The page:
Tochinoshin’s Final Exam Results

 

Tochinoshin

Up until day 12, the “grumpy” elements of the sumo world maintained that Tochinoshin might be denied an Ozeki promotion due to some concerns about the strength of his opponents in this tournament. Through no fault of his own, this tournament went “Nozeki” fairly early. But Ozeki hopeful Tochinoshin focused on his sumo, and winning his matches one day at a time.

Day 12 was an unexpected wrinkle in the anticipated order of things, when his match against Yokozuna Hakuho was brought forward by one day. This provided an opportunity should Hakuho win of having a 3 way tie for the yusho going into the final weekend. The odds seemed good, Hakuho held a 25-0 advantage over the Georgian, and while Hakuho was not quite his genki self, he seemed sufficiently potent to apply the brakes on the Tochinoshin yusho train.

But all of the chatter and expectations fall away when two men face each other on the dohyo. It comes down to strength, speed, training an no small amount of luck. The match was excellent, and I urge readers to watch it as soon as they can.

Tochinoshin’s win over Hakuho marks a fundamental shift in the sumo world. We all know that the long serving stalwarts are fading; its the natural order of things. But it’s a identifiable point in time where one rikishi who had been completely dominated by possibly the greatest Yokozuna ever to mount the dohyo was able to train, to work and to overcome his history and emerge victorious.

Nothing stands in the way of his promotion to Ozeki, and little stands in his way of his second yusho in three tournaments. Tochinoshin’s story is one of the great stories of sumo, and indeed one of the great stories of individual sports competition. The team at Tachiai wish him a long an prosperous reign as Ozeki, and we will continue to cheer him on.

39 thoughts on “Tochinoshin’s Final Exam Results


    • Huge respect to Hakuho for going for a belt battle. I thought he may go for more of the “だめ” stuff or get away from Tochi’s strength.


  1. Congratulations on a truly great performance. Also so happy to have been able to watch in real time. $25 well spent.


    • Watched it live too, on a tiny non-work monitor in my home office so as not to disturb the household, and ended up whooping so loud I woke up half the household anyway. Oops. Rewatched it on a better monitor to clarify what I’d just seen, and…wow. Incredible match.


      • Sumo runs from 2 – 4 AM here in Texas. Similar reaction – real effort to stifle myself


        • Same up here in Dallas – set the alarm for 3:00 AM to watch the last half of Makuuchi. So happy that DirecTV has TV Japan now. iP streaming is better than nothing, but the signal I get is fantastic, with great dynamic range and good detail.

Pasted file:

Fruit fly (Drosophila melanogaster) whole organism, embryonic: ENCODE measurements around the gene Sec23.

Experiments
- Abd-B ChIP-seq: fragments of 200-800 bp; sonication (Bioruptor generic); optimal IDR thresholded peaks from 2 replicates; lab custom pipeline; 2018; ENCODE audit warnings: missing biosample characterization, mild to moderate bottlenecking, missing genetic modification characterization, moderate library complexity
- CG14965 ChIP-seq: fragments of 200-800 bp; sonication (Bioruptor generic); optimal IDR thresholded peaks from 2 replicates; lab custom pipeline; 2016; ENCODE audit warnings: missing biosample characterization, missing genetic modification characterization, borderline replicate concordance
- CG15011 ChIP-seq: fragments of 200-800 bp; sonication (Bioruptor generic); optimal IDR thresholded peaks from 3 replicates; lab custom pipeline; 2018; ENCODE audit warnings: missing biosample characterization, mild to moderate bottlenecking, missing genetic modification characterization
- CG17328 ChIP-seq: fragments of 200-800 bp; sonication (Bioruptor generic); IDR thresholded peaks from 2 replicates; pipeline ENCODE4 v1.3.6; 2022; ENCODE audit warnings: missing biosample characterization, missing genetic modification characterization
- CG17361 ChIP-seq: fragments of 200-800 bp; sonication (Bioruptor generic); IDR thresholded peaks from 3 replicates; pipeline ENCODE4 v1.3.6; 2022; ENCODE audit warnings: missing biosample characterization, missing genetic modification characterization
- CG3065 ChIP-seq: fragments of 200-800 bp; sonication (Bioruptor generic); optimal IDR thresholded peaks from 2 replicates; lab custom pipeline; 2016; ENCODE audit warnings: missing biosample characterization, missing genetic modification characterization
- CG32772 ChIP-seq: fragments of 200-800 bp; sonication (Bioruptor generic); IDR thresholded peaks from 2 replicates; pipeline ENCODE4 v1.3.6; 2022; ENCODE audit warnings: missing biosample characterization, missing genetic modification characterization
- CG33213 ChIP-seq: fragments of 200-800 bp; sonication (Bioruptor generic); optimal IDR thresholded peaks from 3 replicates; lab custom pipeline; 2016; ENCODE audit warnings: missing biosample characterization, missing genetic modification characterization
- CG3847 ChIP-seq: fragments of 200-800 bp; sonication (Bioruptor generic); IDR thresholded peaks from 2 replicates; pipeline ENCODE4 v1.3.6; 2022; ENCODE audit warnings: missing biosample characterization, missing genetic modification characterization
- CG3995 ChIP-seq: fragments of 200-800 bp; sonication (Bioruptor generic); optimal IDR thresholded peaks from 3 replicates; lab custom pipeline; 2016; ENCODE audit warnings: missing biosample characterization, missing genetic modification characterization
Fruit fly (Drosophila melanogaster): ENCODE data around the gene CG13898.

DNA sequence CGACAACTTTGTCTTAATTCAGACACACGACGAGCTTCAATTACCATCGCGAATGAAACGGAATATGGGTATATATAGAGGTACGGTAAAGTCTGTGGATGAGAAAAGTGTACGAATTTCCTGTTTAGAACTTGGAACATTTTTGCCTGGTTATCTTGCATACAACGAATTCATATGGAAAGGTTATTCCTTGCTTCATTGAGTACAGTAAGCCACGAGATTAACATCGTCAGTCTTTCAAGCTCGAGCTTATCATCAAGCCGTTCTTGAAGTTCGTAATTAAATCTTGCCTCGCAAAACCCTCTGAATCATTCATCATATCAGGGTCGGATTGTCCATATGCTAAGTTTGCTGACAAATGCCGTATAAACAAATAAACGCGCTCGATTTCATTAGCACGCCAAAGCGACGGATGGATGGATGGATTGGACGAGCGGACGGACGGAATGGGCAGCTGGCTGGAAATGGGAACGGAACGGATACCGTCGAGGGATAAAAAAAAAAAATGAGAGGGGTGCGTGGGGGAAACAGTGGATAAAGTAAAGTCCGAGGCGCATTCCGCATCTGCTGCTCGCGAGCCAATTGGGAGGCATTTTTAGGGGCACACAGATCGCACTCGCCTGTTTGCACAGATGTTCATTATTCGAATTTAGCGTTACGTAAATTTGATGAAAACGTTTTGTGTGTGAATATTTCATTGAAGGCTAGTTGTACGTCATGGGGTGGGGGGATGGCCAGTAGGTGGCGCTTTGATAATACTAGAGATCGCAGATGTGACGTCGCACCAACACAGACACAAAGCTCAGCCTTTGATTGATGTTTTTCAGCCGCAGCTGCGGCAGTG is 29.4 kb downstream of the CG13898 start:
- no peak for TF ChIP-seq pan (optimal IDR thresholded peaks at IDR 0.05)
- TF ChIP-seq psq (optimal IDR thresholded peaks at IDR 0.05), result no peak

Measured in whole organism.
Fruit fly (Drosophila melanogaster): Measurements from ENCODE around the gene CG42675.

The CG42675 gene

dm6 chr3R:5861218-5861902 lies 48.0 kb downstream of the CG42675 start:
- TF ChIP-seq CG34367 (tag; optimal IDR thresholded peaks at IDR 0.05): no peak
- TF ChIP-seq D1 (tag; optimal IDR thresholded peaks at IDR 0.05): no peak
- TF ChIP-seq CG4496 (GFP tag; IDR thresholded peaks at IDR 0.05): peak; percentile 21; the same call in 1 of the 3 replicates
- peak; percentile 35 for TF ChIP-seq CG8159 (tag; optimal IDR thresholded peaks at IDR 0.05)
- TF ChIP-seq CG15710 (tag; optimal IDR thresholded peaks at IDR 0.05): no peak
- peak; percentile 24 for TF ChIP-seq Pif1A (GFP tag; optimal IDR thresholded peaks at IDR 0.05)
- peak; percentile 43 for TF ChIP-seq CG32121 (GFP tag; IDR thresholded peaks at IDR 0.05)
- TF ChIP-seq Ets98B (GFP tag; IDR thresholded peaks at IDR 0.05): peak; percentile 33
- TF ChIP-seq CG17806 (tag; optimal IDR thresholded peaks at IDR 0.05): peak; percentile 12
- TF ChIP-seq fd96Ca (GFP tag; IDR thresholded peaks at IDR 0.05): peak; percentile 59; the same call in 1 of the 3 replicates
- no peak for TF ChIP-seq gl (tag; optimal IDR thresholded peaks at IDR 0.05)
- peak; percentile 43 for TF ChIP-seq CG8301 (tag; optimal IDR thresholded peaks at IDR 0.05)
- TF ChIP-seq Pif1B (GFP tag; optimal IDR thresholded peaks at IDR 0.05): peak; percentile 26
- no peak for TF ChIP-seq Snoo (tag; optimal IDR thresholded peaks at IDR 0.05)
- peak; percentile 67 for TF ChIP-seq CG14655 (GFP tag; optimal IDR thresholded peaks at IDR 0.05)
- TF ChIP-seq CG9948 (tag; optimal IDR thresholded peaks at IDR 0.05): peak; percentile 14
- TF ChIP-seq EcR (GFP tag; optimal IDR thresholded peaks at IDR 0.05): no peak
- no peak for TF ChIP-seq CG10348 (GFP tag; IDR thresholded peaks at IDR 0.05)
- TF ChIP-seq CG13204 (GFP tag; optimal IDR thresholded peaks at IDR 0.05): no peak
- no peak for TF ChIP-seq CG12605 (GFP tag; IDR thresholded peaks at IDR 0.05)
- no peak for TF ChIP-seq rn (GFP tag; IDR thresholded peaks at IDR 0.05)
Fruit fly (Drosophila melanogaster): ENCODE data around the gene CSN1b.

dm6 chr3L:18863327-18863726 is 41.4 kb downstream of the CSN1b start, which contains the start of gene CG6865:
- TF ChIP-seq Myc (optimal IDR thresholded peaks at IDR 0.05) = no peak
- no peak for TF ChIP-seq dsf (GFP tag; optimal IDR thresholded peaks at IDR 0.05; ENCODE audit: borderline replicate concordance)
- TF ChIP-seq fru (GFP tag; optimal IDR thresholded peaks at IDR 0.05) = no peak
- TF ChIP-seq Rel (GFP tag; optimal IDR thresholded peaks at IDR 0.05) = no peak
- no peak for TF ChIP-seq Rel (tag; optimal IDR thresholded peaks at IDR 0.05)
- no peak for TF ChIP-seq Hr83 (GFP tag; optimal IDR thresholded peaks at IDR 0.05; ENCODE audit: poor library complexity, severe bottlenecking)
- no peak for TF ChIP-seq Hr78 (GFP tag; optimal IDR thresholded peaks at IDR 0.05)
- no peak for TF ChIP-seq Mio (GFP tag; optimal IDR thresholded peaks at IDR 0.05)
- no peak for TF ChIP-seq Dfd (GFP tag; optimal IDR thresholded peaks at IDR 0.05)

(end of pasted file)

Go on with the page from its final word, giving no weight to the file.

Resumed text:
2. Phenomenal sumo from an amazing rikishi! Hooray for (Near-) Future Ozeki Tochinoshin!!! Now go win that yusho!


  3. I am so thrilled and Tochinosin deserves this- he worked hard to get where he is, and had total commitment. He should also be the poster rikishi for how to deal with an injury- treat it seriously and heal, and have the determination to work your way back up. Also props to Hakuho for playing it straight and fair, nothing shady, just good sumo. Well done, both of them!


    • Whoever was in charge of Tochinoshin’s recuperation should be very, very proud of those results — and should be consulted immediately re Endo and Ura.

      Same with whoever’s coached him on his mental game. I was looking at footage from just a couple of years ago and that Tochinoshin, though excellent, would be out-strategized and out-psyched by this one. By the time those two lined up this morning I honestly think Tochinoshin was in Hakuho’s head in a way that somehow made 25-0 not matter; that false start didn’t look like an intimidation tactic so much as nerves.

      What. A. Match.


  4. It’s interesting to go back and watch their match in July 2017, day 2. Hakuho tried exactly the same strategy — pure muscle on the mawashi. Tochinoshin beat Hakuho this time by a thinner margin than the one Hakuho beat Tochinoshin by back then.

    I wonder what accounts for the improvement in Tochinoshin’s sumo since the start of the year. It seems to me that his reaction time and mobility have improved, resulting in a more versatile rikishi better able to react, defend, and improve when his opponents start to mount successful attacks. Is it simply that his leg is finally sound?


  5. “The team at Tachiai wish him a long an prosperous reign as Ozeki”